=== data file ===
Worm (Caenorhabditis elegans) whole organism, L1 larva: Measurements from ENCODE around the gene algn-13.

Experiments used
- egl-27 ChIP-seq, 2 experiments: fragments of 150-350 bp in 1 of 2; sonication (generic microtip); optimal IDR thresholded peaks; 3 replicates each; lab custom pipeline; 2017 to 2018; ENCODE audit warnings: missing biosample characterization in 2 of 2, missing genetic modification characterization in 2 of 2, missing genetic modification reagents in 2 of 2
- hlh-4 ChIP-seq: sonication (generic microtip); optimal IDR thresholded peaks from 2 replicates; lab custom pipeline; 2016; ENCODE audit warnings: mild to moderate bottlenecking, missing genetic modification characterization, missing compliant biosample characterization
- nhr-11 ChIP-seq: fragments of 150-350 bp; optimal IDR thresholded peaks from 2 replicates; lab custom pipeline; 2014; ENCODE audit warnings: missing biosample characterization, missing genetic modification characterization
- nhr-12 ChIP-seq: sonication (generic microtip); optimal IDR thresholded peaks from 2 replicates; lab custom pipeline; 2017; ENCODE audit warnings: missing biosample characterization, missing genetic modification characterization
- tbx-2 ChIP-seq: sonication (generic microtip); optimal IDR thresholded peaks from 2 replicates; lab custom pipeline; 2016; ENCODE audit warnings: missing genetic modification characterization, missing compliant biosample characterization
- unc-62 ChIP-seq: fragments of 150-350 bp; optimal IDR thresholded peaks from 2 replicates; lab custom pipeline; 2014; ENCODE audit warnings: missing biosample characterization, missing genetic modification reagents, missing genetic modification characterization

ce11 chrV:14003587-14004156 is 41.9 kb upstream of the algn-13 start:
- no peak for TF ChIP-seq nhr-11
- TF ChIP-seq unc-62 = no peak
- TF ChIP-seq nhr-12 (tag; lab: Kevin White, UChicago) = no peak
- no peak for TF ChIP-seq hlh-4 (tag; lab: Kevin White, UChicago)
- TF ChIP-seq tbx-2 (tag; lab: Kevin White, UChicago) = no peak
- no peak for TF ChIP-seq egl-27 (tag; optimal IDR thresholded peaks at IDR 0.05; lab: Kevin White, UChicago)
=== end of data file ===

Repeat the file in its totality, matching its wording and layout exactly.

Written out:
Worm (Caenorhabditis elegans) whole organism, L1 larva: Measurements from ENCODE around the gene algn-13.

Experiments used
- egl-27 ChIP-seq, 2 experiments: fragments of 150-350 bp in 1 of 2; sonication (generic microtip); optimal IDR thresholded peaks; 3 replicates each; lab custom pipeline; 2017 to 2018; ENCODE audit warnings: missing biosample characterization in 2 of 2, missing genetic modification characterization in 2 of 2, missing genetic modification reagents in 2 of 2
- hlh-4 ChIP-seq: sonication (generic microtip); optimal IDR thresholded peaks from 2 replicates; lab custom pipeline; 2016; ENCODE audit warnings: mild to moderate bottlenecking, missing genetic modification characterization, missing compliant biosample characterization
- nhr-11 ChIP-seq: fragments of 150-350 bp; optimal IDR thresholded peaks from 2 replicates; lab custom pipeline; 2014; ENCODE audit warnings: missing biosample characterization, missing genetic modification characterization
- nhr-12 ChIP-seq: sonication (generic microtip); optimal IDR thresholded peaks from 2 replicates; lab custom pipeline; 2017; ENCODE audit warnings: missing biosample characterization, missing genetic modification characterization
- tbx-2 ChIP-seq: sonication (generic microtip); optimal IDR thresholded peaks from 2 replicates; lab custom pipeline; 2016; ENCODE audit warnings: missing genetic modification characterization, missing compliant biosample characterization
- unc-62 ChIP-seq: fragments of 150-350 bp; optimal IDR thresholded peaks from 2 replicates; lab custom pipeline; 2014; ENCODE audit warnings: missing biosample characterization, missing genetic modification reagents, missing genetic modification characterization

ce11 chrV:14003587-14004156 is 41.9 kb upstream of the algn-13 start:
- no peak for TF ChIP-seq nhr-11
- TF ChIP-seq unc-62 = no peak
- TF ChIP-seq nhr-12 (tag; lab: Kevin White, UChicago) = no peak
- no peak for TF ChIP-seq hlh-4 (tag; lab: Kevin White, UChicago)
- TF ChIP-seq tbx-2 (tag; lab: Kevin White, UChicago) = no peak
- no peak for TF ChIP-seq egl-27 (tag; optimal IDR thresholded peaks at IDR 0.05; lab: Kevin White, UChicago)